“More time with Daddy!”  

That was my seven-year old son’s immediate response when I told him his school was not going to reopen this week.  He didn’t quite understand the significance of the soon-to-be virtual learning that would begin in our home, but his quick and heart-warming response revealed what is truly important to him. 

The shuttering of schools and businesses has forced all of us to reassess our priorities. For many, it has been a painful and difficult process.  Instead of more free time, we’re finding that we actually have less.  It almost seems counterintuitive. We are not driving anywhere or going out except for picking up essentials, and yet it feels more challenging than ever to complete all of our daily tasks.  I’m not even talking about a desire to do home improvement projects or finally reading the novels that have been sitting on our nightstands. Our daily balancing act is teaching us the importance of time-management, all in the context of not knowing how long this epidemic will last. The uncertainty creates stress, and we know chronic stress is not good for our health. The images on television and social media create fear and stir anxieties that can easily impact our mental well-being.

My other son, only two years younger, has been saying this is like a “zombie apocalypse.” The reality is, the coronavirus epidemic isn’t an apocalypse in the colloquial sense.  Rather, it is more along the meaning that Arianna Huffington has written about describing the Greek etiology of apokalypsis – which is unveiling or revelation. In a sense, the suspension of normalcy we are experiencing is forcing a reveal.

I am disappointed in the cancellation of some networking work events.  I’m troubled that my kids aren’t having social interaction with friends that I think is needed for their development. I’m saddened that I won’t be able to celebrate Easter in the traditional sense with our extended families, or to visit my mother’s grave on the anniversary of her death.  Yet, I’ve also had this enormous gift of time to spend with my family.  The new reality means we are now together all day, every day.  That’s not something any of us are used to.

What has been revealed to me? Trying to be a more “glass half-full” than “glass half-empty,” I have focused on positive ways the stay-at-home order has brought joy to my life.  I’ve been baking more in the past three weeks than the past three years, resulting in more than a few laughs. There’s been more walks in the neighborhood than I can count, keeping my health in check and my mood upbeat. And I think I’m becoming an expert on board and card games.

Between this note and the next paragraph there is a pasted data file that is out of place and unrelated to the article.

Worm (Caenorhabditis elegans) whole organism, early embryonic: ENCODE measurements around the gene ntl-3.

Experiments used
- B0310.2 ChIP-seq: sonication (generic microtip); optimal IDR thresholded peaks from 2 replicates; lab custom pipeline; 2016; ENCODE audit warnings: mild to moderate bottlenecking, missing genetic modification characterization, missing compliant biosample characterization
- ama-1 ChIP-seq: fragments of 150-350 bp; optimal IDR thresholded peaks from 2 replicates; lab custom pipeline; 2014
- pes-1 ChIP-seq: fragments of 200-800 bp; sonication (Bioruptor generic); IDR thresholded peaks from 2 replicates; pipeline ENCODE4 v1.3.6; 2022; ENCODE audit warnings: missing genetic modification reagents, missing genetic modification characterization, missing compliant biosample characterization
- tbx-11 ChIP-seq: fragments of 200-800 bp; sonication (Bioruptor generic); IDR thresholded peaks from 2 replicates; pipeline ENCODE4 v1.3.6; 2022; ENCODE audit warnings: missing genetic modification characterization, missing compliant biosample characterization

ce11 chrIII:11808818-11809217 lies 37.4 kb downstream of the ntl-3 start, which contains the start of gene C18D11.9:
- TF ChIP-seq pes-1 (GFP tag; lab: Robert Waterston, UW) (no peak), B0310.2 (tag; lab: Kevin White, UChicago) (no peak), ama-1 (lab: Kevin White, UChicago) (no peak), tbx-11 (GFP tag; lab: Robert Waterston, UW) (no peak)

The biggest change in how we live at home is that we have been eating every meal together as a family. We don’t even do that in the summer. I’m making “daddy’s oatmeal” and we debate whether it’s too hot or too cold. In five years from now, this time together is what my sons will remember, and I am grateful for this experience despite all that is going on around me.

Experts tell us to “control what we can control.”  That’s my focus to manage this crisis and it can be yours too. I can’t control what other people are doing, but I can make sure everyone in my household stays home and stays safe. I can control how I spend my time during the day and what I focus on. Keeping that in mind is helping me manage the challenges and the stress that comes with our lives being turned upside down.

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  • John Whyte

    John Whyte, MD, MPH

    Dr. John Whyte is a popular physician and writer who has been communicating to the public about health issues for nearly two decades. He is currently the Chief Medical Officer, WebMD. In this role, Dr. Whyte leads efforts to develop and expand strategic partnerships that create meaningful change around important and timely public health issues. Prior to WebMD, Dr. Whyte served as the Director of Professional Affairs and Stakeholder Engagement at the Center for Drugs Evaluation and Research at the U.S. Food and Drug Administration. Dr. Whyte worked with health care professionals, patients, and patient advocates, providing them with a focal point for advocacy, enhanced two-way communication, and collaboration, assisting them in navigating the FDA on issues concerning drug development, review, and drug safety. He also developed numerous initiatives to address diversity in clinical trials. Prior to this, Dr. Whyte worked for nearly a decade as the Chief Medical Expert and Vice President, Health and Medical Education at Discovery Channel, the leading non-fiction television network. In this role, Dr. Whyte developed, designed and delivered educational programming that appealed to both a medical and lay audience. This included television shows as well as online content that won over 50 awards including numerous Tellys, CINE Golden Eagle, and Freddies. Dr. Whyte is a board-certified internist and continues to see patients. He has written extensively in the medical and lay press.